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Becoming an Effective Principal: 5 Do's and Don'ts

 

new principalsYou’ve studied curriculum design and implementation; you’ve been in the classroom; you’re passionate about students and education and you’re a self-proclaimed leader. This is a start, but if you want to be an effective principal, you might want to consider a few of these dos and don’ts.

Becoming an Effective Principal: 5 Do's and Don'ts

Do Park your car as far away from the building as it takes you to walk off your attitude
This is a good piece of advice for any professional, but it is especially relevant for new and aspiring principals. Your attitude sets a precedent for the rest of the school, so when you walk into the office, scowl or give a half-hearted hello to the staff and students, count on it resonating—and not in a way you want it to.

A poor attitude is contagious: When teachers start to sign in for the day, they’re going to be greeted by the same staff that you scowled at, the same folks who are murmuring amongst themselves about you. That’s why author, principal and veteran educator Patricia Buoncristiani suggests that you park as far away from the entrance of the building as it will take you to walk off your case of the Monday blues. This is one of those obvious, but not-so-obvious pieces of advice we all need to take.

Don’t adhere to fads. Ask yourself, “Does the school really need a technology overhaul?”
These days, there’s very little cash to throw around—which means that you’re going to have to get creative if you want to give your school a technology facelift. But before you make all of your classrooms SMART, realize that teachers can teach, and have been doing a fine job of it for hundreds of years, without state-of-the-art equipment.

For those teachers who “need” upgrades, have them draft a self-evaluation/proposal where they detail how they currently use technology in the class. Additionally, have them describe how technology will enhance their curriculum and list the software/hardware they are interested in. If you need more creative ways to fund your school’s technology program, check out one of our previous blogs here.

Do
become a student-interventionist

Any principal worth his or her salt subscribes to the notion that all students—regardless of their socioeconomic status, race or gender—are capable learners. In addition to this, they know how and when to intervene to ensure that it happens.

You can’t choose your students, their socioeconomic status or their parents. All you can do is meet students where they are—not where you think they should be.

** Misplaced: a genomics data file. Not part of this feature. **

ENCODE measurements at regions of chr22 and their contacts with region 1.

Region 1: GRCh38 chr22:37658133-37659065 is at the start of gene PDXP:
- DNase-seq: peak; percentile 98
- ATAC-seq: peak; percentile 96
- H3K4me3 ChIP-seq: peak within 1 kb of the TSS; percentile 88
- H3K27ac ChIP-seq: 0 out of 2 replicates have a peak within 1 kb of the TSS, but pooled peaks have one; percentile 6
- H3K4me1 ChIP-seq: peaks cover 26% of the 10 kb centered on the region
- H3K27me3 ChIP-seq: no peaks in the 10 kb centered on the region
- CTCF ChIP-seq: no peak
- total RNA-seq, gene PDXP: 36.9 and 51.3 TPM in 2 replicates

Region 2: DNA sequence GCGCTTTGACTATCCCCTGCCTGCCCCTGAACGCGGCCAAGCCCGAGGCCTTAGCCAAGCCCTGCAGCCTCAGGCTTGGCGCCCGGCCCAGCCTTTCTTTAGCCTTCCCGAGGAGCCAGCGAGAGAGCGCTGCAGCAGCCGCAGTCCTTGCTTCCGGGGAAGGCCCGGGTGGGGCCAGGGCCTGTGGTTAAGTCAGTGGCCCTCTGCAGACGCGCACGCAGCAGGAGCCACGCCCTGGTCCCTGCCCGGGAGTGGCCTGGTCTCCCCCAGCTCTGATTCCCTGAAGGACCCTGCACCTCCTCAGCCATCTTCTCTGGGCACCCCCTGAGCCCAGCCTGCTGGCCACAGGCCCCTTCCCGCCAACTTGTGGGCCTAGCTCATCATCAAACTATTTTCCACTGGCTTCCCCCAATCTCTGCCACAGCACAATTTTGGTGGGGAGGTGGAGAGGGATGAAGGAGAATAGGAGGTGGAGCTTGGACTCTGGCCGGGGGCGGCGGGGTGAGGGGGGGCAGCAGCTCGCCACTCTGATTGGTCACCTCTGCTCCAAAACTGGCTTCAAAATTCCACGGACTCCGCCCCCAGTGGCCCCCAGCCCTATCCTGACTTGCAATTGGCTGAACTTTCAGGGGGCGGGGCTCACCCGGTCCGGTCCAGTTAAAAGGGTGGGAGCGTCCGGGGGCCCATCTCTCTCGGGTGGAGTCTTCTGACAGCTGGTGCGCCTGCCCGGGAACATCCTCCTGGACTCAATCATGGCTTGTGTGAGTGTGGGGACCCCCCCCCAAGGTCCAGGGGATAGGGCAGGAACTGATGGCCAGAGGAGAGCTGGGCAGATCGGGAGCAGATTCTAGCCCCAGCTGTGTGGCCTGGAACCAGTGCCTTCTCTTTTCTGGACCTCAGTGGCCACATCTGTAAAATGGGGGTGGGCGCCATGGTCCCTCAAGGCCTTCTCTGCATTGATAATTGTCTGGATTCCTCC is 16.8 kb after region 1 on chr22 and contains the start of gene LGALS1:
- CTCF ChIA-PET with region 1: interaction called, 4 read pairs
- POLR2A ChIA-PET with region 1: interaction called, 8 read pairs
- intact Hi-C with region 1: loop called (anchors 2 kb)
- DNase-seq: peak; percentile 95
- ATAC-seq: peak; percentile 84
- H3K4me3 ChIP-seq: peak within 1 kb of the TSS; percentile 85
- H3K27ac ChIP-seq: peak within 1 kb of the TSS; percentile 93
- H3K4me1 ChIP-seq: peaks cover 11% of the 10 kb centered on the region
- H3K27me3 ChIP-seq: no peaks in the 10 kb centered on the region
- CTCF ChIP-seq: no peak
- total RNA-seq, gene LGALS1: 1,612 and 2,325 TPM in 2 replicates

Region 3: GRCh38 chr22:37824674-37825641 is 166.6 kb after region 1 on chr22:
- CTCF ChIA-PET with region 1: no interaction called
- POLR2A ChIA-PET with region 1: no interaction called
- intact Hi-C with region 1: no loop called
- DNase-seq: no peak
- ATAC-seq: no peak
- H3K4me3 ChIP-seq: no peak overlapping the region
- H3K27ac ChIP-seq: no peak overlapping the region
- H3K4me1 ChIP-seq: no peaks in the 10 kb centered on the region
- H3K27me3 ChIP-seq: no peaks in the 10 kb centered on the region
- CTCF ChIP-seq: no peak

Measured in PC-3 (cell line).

Don’t
try to be a rugged individualist

You may think that you have to do it all—and certainly you have an overwhelming amount of responsibilities—but don’t try to be a rugged-individualist. We’re saying this for a few reasons: First, it’s impossible. Second, because it will make you look like a control freak. Third, because you have any army of intelligent and perfectly capable teachers who can help you shoulder the burden.

If you assign a specific, task-savvy adult to handle every anticipated melodrama—crumbling drywall, for example, or a flock of birds who has made a nest in the rafters of the gym—you can spend your time on “big-picture” issues. Quick fixes may make you look good, but you’ll be doing yourself a disservice when you stay mired in perfunctory disruptions.

Do
learn your students’ names—all of them
Zsa Zsa Gabor once said, "I call everyone 'Darling' because I can't remember their names."
This may have worked for Zsa Zsa, but it won’t work for you. If you’re going to get serious about developing relationships and advocating for students, you’ll need to get to know them. All of them. “But I’m not good with names,” you say. We’ve got an app for that!

If you need to learn your students’ names, all it takes is a smart phone, $4.99, and a little app called Attendance2. This app was originally intended for teachers as a way to streamline the attendance-keeping process. But you’ll be using the built-in flashcard function, which allows you to snap a photo of your students, add their name and any other necessary details and file it away so you can quiz yourself later on.

 


Comments

This is one of those obvious, but not-so-obvious pieces of advice we all need to take. 
 
Loading Arm
Posted @ Wednesday, February 06, 2013 4:43 AM by Loading Arm
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